Focarino first starting with the USPTO in 1977 as a Patent Examiner. In several interviews, including her final interview with me (which took place on June 9, 2015), she explained that it was not always easy to fit in initially because she was the only woman in her Art Unit. She explained to me that one of the things she is most proud of is how the Office has changed over the past four decades and now embraces diversity of all kinds.
Focarino became a Supervisory Patent Examiner in 1989 and was promoted to the Senior Executive Service in 1997. In January 2005, Focarino was promoted to Deputy Commissioner for Patent Operations, a role that made her responsible for all patent-examining functions in the eight Patent Technology Centers and all operational aspects of patent application initial examination, patent publications, and international Patent Cooperation Treaty (PCT) applications processing. Upon the resignation of Jon Dudas from the USPTO in January 2009, then-Commissioner for Patents John Doll rose from that post to become the Acting Director of the Patent Office. At that time Focarino was promoted to Acting Commissioner for Patents. Upon Director Kappos assuming control of the Patent Office, Focarino was retained on the senior management team, with the creation of a new position — Deputy Commissioner for Patents. Subsequently, after Commissioner Bob Stoll retired, Focarino was promoted, this time being appointed Commissioner for Patents.
When I interviewed USPTO Director David Kappos in December 2011, I asked him about Focarino and the first words out of his mouth were: “What a wonderful leader.” Kappos went on to tell me:
Peggy’s the perfect next Commissioner for Patents. She’s got deep knowledge of the agency, extremely well respected in the IP community, rose up through the ranks, knows everything about patents and patent law and patent examination and works extraordinarily well with employees. She’s loved and she’s revered by the employees, not just respected. And if that weren’t enough, works terrifically well with the union. So Peggy’s the perfect package. She’s got tremendous judgment. She knows how to deal with people, she knows how to deal with issues, she’s very diplomatic and just a wonderful leader. I’ve been doing leadership for a long time. I’ve worked with and studied under some of the best leaders in the world and I know a good leader when I see one and Peggy is certainly one.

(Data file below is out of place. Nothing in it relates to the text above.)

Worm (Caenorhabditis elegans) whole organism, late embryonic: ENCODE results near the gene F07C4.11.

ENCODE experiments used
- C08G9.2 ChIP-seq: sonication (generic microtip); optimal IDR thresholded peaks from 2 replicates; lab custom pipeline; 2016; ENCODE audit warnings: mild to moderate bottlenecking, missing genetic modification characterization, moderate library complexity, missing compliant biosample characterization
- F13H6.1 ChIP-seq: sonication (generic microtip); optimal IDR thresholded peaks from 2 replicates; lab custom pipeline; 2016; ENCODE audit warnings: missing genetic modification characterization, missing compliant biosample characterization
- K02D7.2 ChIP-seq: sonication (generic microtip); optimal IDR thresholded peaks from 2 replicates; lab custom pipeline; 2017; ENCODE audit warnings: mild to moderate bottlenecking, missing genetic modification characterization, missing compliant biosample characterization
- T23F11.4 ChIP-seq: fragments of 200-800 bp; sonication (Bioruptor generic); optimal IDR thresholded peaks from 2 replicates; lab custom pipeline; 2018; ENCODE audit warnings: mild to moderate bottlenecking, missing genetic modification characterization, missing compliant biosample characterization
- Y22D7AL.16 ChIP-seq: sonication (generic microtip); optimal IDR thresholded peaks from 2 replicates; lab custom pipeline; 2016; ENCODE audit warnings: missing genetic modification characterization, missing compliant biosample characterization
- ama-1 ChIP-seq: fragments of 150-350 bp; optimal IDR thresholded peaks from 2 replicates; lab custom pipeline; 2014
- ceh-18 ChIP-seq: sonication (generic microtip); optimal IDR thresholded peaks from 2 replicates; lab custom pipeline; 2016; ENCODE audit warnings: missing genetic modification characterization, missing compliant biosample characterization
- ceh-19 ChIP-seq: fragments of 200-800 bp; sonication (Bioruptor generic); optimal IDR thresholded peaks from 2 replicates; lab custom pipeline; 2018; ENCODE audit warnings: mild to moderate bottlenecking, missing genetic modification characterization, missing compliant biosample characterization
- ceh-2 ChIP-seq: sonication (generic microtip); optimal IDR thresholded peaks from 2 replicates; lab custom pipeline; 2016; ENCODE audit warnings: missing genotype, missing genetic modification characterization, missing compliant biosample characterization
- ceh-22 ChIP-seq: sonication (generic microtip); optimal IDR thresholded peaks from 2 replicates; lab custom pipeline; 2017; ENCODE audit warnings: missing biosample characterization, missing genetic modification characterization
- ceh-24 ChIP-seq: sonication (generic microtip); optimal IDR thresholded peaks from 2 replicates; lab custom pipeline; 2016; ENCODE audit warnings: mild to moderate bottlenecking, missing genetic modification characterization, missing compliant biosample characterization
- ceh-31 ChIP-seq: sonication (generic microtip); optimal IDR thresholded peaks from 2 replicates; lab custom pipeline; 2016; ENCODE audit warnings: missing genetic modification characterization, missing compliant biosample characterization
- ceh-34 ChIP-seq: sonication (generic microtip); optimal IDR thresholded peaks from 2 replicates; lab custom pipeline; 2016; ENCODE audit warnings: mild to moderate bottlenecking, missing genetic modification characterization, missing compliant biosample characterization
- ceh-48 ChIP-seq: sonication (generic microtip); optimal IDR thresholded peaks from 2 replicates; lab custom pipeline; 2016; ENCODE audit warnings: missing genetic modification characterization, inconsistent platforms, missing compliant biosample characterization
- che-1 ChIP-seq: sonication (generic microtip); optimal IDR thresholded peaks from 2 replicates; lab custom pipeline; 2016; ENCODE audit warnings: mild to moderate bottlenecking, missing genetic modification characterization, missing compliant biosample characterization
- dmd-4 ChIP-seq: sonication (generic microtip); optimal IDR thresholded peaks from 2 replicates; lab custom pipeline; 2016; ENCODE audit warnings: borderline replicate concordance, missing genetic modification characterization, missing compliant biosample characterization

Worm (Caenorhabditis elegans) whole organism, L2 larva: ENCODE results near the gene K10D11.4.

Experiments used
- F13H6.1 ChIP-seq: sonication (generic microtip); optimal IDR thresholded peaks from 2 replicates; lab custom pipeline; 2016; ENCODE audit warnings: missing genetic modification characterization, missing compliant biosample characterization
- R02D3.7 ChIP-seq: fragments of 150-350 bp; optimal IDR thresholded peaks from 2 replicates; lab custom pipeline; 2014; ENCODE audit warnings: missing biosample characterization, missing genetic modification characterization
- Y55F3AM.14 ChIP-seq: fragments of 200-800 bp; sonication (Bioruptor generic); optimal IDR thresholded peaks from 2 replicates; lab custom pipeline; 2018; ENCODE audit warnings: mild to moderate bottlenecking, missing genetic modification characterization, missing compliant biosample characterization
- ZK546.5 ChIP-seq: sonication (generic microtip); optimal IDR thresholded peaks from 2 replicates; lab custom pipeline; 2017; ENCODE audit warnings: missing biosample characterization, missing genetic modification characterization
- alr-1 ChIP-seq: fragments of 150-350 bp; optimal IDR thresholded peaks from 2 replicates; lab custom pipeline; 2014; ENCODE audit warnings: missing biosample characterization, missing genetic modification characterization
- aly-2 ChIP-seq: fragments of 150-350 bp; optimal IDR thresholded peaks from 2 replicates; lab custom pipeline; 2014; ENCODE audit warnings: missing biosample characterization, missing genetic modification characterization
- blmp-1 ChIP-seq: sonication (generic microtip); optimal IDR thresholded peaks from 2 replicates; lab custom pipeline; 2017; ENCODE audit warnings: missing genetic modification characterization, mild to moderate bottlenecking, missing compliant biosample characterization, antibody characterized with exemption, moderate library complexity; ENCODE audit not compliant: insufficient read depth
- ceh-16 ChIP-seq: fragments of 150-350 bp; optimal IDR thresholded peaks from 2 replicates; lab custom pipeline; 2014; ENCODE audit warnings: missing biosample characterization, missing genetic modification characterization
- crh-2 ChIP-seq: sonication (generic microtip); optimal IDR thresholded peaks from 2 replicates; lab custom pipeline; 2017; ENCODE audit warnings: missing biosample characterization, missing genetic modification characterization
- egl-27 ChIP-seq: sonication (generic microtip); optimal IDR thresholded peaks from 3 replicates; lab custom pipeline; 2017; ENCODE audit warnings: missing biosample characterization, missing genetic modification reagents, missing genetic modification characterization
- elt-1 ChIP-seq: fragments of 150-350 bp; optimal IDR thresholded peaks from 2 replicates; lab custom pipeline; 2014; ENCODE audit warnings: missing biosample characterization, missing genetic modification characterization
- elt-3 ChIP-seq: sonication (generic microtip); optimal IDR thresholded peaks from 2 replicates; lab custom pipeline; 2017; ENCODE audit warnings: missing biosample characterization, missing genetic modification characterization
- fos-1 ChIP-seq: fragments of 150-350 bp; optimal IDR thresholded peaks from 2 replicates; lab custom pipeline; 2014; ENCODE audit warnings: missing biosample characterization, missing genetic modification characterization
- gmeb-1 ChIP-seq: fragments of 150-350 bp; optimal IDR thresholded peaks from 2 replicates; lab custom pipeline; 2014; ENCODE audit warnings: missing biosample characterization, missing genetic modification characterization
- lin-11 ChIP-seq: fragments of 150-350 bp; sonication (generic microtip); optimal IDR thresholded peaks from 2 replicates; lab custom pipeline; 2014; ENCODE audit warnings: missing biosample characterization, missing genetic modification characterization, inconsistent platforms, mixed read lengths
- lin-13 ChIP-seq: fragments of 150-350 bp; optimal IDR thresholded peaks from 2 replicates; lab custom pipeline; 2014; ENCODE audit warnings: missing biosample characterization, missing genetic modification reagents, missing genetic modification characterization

While that may seem to be unbelievable, lofty praise, it is consistent with what I have heard many times over the years.
In late April 2015, Focarino announced internally that she would retire. In reaching out to the USPTO to confirm this rumor, I was provided the following statement from USPTO Director Michelle Lee:
Peggy has been an inspiration to so many individuals who have aspired to further American innovation through public service. Since 1977, when she began her career as a patent examiner, she has proven to be a role model of professionalism and dedication. Her tenure as Commissioner for Patents occurred at a historic moment in the patent system’s 225-year history, during the enactment of the transformative America Invents Act. I am grateful for the opportunity to have worked with her over the last several years, and congratulate her on an extremely successful career.
There is no doubt that she will be missed, but as she said in our final interview, she is leaving the Office but not planning on retiring. She will take the rest of the summer off for a well-deserved vacation, but I expect that in September she will surface somewhere within the industry.
The United States Patent and Trademark Office (USPTO) recently announced that it is continuing to accept applications into the Glossary Pilot. The Glossary Pilot will run until June 2, 2015, or until the USPTO accepts 200 grantable petitions, whichever occurs first. To date, the USPTO has granted more than 100 petitions and has more than 50 others pending.
Beginning on January 2, 2014, the Patent Office initiated the so-called “Glossary Pilot Program” to study how the inclusion of a glossary section in the specification of a patent application at the time of filing the application would improve the clarity of the patent claims and facilitate examination of patent applications by the USPTO. There is no requirement that a glossary section be provided by an applicant as part of the patent application specification, and terms that are not defined are given their ordinary plain meaning as would be understood by one of skill in the art. In order to participate in the Glossary Pilot Program, an applicant is required to include a glossary section in the patent application specification to define terms used in the patent application. Applications accepted receive expedited processing by placing them on an examiner’s special docket prior to the first Office action, and will have special status up to issuance of a first Office action.